US: Consumer Credit


Tue Apr 07 14:00:00 CDT 2015

Consensus Consensus Range Actual Previous Revised
Consumer Credit - M/M change $14.0B $5.5B to $16.0B $15.5B $11.6B $10.8B

Highlights
Consumer credit rose a solid looking $15.5 billion in February but a closer look shows an unwanted $3.7 billion decline in revolving credit. This is the 4th decline in 5 months for the revolving component which reflects consumer reluctance to finance purchases with credit-card debt. This reluctance may be a plus for consumer wealth, given the extremely high rates of interest credit-card companies often charge, but it is a definite negative for consumer spending which has been very soft in recent months.

In contrast to revolving credit, non-revolving credit rose $19.2 billion which is the strongest gain since July 2011. The gain does reflect financing for autos but also an item not associated with consumer spending, and that's the government's ongoing and heavy acquisition of student loans.

Market Consensus Before Announcement
Consumer credit outstanding rose $11.6 billion in January vs an upwardly revised gain of $17.9 billion in December. Consumers did go to their credit cards in December, when the revolving credit component rose $6.2 billion, but not in January as the component fell $1.1 billion. As always, the data were boosted by the non-revolving component which rose $12.7 billion reflecting strength in auto financing and the government's acquisition of student loans. Today's jobs report underscores the strength of the consumer who, boosted also by low gas prices, has less and less reason to turn to credit card debt to fund purchases.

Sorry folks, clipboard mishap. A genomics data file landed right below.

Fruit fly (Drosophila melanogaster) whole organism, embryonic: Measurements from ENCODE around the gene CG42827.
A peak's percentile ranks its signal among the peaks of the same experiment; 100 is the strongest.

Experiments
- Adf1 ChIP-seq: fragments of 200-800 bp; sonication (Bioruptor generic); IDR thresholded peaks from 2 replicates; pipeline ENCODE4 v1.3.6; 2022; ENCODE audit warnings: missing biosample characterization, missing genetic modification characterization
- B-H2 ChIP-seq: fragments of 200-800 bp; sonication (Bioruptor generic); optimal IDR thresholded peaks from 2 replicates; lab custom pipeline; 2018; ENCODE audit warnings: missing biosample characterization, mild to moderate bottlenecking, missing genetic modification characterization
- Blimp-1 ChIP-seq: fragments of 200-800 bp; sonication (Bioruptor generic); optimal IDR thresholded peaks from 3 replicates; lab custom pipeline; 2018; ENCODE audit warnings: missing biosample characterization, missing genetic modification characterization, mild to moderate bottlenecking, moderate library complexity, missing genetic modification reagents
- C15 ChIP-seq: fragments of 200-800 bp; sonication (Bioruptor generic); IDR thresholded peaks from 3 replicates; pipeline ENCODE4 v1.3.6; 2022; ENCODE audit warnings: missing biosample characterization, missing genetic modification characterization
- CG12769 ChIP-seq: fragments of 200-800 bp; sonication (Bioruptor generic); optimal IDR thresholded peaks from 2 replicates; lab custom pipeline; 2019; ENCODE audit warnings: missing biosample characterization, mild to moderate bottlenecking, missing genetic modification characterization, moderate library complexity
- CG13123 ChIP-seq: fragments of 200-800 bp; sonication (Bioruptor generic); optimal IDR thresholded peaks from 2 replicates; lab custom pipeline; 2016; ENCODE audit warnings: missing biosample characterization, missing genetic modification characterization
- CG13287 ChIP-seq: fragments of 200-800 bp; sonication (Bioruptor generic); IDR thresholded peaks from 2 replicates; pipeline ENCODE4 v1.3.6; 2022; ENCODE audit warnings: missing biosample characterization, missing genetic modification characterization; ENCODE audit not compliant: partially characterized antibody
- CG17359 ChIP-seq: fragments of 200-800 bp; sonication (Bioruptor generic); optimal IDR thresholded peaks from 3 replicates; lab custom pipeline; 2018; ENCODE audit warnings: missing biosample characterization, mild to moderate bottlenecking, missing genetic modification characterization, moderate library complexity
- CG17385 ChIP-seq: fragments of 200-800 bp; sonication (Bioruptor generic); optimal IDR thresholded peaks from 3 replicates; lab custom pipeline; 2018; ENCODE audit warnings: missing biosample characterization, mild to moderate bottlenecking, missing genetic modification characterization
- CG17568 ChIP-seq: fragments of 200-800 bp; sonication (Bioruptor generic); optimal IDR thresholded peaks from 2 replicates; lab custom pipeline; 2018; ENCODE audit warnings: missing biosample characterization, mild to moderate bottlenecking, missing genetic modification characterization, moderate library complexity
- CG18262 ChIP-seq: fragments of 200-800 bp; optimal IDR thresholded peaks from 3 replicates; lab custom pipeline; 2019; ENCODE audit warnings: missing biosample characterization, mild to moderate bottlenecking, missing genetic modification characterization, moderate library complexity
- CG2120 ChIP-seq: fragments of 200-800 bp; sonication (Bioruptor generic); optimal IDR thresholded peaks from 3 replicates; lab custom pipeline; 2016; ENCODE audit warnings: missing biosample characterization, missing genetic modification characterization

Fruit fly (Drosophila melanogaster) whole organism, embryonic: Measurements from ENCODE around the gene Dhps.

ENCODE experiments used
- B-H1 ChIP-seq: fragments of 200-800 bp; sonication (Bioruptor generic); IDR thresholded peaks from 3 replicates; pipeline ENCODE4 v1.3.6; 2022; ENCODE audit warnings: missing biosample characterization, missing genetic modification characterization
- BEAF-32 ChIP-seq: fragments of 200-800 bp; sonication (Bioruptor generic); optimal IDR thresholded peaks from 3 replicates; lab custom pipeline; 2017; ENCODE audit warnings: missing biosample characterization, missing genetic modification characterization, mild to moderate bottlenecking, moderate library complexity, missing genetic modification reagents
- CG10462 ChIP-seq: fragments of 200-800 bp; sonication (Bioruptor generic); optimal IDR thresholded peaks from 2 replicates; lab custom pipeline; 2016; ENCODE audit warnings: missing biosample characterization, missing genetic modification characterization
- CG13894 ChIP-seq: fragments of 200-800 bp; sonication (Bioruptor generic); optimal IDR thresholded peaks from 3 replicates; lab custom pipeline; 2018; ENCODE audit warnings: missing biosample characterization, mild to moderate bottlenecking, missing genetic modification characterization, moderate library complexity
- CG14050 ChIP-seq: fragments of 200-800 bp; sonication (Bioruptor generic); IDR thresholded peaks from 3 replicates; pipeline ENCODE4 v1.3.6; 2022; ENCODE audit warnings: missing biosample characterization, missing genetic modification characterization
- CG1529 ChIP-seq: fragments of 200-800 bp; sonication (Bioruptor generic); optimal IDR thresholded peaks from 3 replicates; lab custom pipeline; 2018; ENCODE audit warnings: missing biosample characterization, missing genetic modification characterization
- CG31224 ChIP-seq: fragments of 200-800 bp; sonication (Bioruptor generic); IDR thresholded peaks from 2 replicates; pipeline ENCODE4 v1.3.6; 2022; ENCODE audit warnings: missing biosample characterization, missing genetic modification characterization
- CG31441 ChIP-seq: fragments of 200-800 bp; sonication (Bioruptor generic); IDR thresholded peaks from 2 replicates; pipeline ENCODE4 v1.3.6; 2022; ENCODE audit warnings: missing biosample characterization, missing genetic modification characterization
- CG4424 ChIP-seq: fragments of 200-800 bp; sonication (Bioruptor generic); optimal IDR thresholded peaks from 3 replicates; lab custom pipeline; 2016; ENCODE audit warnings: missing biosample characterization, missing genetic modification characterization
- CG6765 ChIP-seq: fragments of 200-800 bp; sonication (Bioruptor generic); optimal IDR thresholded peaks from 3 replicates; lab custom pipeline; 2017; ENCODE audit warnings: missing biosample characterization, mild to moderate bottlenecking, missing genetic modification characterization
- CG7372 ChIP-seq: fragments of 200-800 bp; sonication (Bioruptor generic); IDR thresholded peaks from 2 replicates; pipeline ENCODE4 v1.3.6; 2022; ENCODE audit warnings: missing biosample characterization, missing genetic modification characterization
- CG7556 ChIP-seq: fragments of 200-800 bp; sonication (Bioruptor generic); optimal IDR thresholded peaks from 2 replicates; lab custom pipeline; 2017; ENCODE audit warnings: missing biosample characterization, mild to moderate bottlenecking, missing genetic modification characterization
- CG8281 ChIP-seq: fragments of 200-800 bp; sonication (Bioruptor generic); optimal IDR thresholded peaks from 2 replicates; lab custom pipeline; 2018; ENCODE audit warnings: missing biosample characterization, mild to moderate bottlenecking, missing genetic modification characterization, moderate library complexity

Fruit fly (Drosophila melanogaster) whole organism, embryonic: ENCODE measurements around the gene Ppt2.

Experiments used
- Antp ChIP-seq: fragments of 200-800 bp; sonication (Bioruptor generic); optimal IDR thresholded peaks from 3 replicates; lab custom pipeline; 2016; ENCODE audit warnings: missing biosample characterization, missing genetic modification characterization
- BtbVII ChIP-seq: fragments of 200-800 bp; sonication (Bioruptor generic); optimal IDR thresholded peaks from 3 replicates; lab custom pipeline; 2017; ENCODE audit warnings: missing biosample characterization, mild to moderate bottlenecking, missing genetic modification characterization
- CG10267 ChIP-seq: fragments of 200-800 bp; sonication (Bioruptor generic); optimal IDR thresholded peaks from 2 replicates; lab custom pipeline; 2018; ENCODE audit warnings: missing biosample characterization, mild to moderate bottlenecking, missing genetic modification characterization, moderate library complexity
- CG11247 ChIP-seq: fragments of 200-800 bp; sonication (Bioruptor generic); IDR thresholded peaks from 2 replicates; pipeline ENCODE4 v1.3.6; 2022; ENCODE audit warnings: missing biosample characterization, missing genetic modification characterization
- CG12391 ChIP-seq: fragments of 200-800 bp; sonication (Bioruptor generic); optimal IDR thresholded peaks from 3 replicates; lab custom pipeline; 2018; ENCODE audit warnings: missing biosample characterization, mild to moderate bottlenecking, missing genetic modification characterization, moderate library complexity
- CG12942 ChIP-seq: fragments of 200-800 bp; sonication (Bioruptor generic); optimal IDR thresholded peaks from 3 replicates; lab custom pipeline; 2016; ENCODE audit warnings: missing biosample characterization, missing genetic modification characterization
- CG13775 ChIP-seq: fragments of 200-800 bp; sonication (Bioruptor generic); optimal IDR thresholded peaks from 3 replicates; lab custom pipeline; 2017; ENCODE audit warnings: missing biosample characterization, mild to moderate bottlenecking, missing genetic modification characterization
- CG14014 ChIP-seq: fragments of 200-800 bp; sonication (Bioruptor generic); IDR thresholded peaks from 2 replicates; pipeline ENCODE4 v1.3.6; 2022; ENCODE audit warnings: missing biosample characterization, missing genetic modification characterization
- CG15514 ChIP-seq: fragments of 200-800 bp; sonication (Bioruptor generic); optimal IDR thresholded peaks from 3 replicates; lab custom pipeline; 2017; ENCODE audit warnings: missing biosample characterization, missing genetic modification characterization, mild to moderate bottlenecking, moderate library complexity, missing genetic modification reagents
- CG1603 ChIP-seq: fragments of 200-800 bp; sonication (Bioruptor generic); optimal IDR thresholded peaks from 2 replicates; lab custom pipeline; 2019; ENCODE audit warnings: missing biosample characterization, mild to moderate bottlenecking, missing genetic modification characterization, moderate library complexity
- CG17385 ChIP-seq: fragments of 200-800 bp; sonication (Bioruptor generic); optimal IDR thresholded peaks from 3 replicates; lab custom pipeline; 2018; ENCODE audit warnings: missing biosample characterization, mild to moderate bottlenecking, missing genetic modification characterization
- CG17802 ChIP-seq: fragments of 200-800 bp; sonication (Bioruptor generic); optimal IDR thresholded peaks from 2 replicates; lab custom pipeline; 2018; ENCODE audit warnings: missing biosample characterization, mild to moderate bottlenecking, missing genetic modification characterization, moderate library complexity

Definition
The dollar value of consumer installment credit outstanding. Changes in consumer credit indicate the state of consumer finances and portend future spending patterns.



Description
Growth in consumer credit can hold positive or negative implications for the economy and markets. Economic activity is stimulated when consumers borrow within their means to buy cars and other major purchases. On the other hand, if consumers pile up too much debt relative to their income levels, they may have to stop spending on new goods and services just to pay off old debts. That could put a big dent in economic growth.

The demand for credit also has a direct bearing on interest rates. If the demand to borrow money exceeds the supply of willing lenders, interest rates rise. If credit demand falls and many willing lenders are fighting for customers, they may offer lower interest rates to attract business.

Financial market players focus less attention on this indicator because it is reported with a long lag relative to other consumer information. Long term investors who do pay attention to this report will have a greater understanding of consumer spending ability. This will give them a lead on investment alternatives. Also, during times of distress in credit markets, consumer credit can give an idea about how willing banks are to lend.